• MRI scan. This uses magnets and radiowaves to produce images of your shin bone and surrounding soft tissues.
  • An X-ray. This is a test that uses radiation to produce an image of the inside of your body.
  • CT scan. This uses X-rays to make a three-dimensional image of your shin bone.
  • A bone scan. This looks for abnormalities or changes in your bones.

Treatment of shin splints

Self-help

There are many things that you can do at home to treat shin splints. The main ones are listed below.

  • Stop doing the activity that caused your shin splints and rest for a few weeks. If you have stress fractures these can take up to 12 weeks to heal properly.
  • If you need pain relief, you can take over-the-counter painkillers, such as paracetamol or ibuprofen. Always read the patient information that comes with your medicine and if you have any questions, ask your pharmacist for advice.
  • Check your trainers or sports shoes to make sure they are giving your feet enough support and cushioning. Specialist running shops can give you advice and information about your trainers. Orthotic insoles for your shoes may also help to improve the way you run.
  • If you’re overweight, losing weight may help to treat shin splints.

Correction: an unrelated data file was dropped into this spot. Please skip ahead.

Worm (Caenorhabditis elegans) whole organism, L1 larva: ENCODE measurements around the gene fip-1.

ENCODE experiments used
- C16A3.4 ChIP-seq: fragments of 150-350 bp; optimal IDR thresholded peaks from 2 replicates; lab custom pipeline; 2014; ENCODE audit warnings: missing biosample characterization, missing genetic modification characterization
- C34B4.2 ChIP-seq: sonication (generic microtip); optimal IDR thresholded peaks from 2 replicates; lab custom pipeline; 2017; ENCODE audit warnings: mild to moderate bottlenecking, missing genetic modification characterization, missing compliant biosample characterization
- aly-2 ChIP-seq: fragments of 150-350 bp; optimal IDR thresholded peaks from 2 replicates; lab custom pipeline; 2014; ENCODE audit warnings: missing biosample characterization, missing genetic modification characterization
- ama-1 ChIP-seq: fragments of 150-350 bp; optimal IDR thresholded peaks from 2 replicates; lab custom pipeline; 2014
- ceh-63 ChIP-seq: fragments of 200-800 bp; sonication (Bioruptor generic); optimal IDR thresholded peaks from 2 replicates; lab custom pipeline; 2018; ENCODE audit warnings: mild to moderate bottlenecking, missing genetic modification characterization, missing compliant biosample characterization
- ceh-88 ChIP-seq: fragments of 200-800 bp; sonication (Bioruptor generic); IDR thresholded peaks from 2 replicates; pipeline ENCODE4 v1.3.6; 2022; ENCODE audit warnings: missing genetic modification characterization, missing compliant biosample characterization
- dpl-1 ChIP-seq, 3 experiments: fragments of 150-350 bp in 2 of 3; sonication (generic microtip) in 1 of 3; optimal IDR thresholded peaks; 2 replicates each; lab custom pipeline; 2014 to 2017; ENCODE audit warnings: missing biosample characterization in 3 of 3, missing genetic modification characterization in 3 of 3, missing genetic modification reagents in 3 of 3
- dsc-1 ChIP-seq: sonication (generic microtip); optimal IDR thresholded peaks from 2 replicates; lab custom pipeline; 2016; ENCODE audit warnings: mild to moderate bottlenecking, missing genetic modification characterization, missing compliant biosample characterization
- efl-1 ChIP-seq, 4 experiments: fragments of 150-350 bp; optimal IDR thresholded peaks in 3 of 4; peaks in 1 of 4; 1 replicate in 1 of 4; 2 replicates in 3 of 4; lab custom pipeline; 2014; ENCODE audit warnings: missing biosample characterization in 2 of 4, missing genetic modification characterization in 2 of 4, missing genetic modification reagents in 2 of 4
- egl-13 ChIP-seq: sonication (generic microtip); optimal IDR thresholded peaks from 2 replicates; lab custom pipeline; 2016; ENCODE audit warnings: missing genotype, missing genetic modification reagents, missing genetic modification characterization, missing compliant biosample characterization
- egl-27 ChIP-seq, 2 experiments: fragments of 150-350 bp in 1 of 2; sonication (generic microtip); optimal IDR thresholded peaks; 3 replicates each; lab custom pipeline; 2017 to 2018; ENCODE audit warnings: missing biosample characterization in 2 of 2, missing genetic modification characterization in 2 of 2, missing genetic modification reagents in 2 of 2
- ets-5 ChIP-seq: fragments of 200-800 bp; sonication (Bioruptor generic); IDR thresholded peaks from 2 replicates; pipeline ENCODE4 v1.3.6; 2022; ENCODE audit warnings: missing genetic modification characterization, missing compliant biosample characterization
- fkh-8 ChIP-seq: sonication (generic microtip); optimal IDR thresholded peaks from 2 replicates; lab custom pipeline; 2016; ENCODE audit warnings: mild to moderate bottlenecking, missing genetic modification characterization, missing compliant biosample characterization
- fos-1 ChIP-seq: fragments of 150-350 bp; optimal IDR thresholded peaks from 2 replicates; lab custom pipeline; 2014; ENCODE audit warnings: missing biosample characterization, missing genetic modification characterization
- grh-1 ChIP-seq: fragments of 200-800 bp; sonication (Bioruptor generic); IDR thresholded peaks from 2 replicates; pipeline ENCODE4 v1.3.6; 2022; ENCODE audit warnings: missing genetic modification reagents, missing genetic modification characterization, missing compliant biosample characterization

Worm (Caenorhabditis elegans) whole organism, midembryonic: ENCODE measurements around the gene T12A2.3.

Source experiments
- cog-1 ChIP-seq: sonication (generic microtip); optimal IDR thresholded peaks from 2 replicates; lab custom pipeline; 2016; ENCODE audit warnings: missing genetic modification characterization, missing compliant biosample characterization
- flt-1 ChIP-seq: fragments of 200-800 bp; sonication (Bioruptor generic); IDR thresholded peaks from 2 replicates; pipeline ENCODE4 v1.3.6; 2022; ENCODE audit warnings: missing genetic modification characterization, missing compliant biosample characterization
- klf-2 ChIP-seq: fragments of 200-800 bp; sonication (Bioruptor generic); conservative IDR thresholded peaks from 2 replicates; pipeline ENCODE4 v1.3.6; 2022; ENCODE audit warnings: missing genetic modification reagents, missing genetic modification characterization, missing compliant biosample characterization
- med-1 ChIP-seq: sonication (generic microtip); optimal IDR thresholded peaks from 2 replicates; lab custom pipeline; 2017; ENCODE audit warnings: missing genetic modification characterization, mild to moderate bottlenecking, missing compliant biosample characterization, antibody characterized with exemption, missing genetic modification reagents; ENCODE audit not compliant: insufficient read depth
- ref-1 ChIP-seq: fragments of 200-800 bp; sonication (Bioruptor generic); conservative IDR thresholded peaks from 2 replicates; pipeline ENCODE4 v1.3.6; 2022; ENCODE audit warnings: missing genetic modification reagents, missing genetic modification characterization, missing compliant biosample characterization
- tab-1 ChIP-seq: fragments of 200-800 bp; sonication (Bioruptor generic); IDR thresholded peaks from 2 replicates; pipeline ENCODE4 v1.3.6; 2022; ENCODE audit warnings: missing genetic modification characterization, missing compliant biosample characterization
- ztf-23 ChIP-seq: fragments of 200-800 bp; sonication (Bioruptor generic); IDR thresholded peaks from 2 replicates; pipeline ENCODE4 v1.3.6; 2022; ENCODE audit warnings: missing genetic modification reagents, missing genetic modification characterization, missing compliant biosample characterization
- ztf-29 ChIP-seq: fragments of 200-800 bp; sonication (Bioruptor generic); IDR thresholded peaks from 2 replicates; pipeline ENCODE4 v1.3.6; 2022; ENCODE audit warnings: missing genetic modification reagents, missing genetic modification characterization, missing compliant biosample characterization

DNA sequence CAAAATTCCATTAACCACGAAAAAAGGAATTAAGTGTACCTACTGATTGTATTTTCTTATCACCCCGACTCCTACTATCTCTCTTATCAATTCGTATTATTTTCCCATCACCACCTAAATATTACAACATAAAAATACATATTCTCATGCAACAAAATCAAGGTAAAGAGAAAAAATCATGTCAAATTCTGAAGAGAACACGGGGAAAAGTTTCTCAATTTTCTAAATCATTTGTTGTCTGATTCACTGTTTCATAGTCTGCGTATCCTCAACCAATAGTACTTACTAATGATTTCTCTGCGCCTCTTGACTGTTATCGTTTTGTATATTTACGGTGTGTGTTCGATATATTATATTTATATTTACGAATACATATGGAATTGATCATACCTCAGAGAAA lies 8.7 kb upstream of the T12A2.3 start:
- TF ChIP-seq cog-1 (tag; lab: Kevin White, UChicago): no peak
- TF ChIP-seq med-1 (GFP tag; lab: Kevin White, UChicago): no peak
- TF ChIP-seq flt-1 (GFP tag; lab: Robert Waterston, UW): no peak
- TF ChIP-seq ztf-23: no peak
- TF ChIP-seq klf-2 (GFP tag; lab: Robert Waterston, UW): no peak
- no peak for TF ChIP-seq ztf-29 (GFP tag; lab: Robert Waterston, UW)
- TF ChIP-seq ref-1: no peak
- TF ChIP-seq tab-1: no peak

• When you start exercising again, start slowly and at a low level. If you get shin splints again, stop the activity and rest for a few days before starting the exercise at a lower level of intensity. Build up the amount of exercise you’re doing gradually.
  • Run on a soft surface such as grass, rather than the road.

Non-surgical treatment

Your physiotherapist can develop a training programme to gradually increase your activity and help you return to your usual sports activities. He or she may use a range of different treatments to help your recovery, including massage and stretching exercises.

Surgery

If your shin splints are caused by compartment syndrome and your pain is severe, your doctor may suggest an operation called a fasciotomy. This releases the pressure on the muscles in your lower leg. Talk to your GP or physiotherapist for more information. Occasionally a stress fracture may need an operation help it heal.

Prevention of shin splints

You can help reduce your risk of developing shin splints by doing the following.

  • Wear sports shoes or trainers that cushion and support your feet.
  • Wear cushioned insoles to absorb some of the impact when you’re running or playing sport.
  • Wear orthotic shoe inserts if your GP or physiotherapist advises you to.
  • Train and exercise on grass if possible and don’t run on hard surfaces such as road or running tracks.

 

Produced by Rebecca Canvin, Bupa Health Information Team, June 2012.

For answers to frequently asked questions on this topic, see FAQs.

For sources and links to further information, see Resources.

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  • This information was published by Bupa's Health Information Team and is based on reputable sources of medical evidence. It has been reviewed by appropriate medical or clinical professionals. Photos are only for illustrative purposes and do not reflect every presentation of a condition. The content is intended only for general information and does not replace the need for personal advice from a qualified health professional. For more details on how we produce our content and its sources, visit the about our health information page.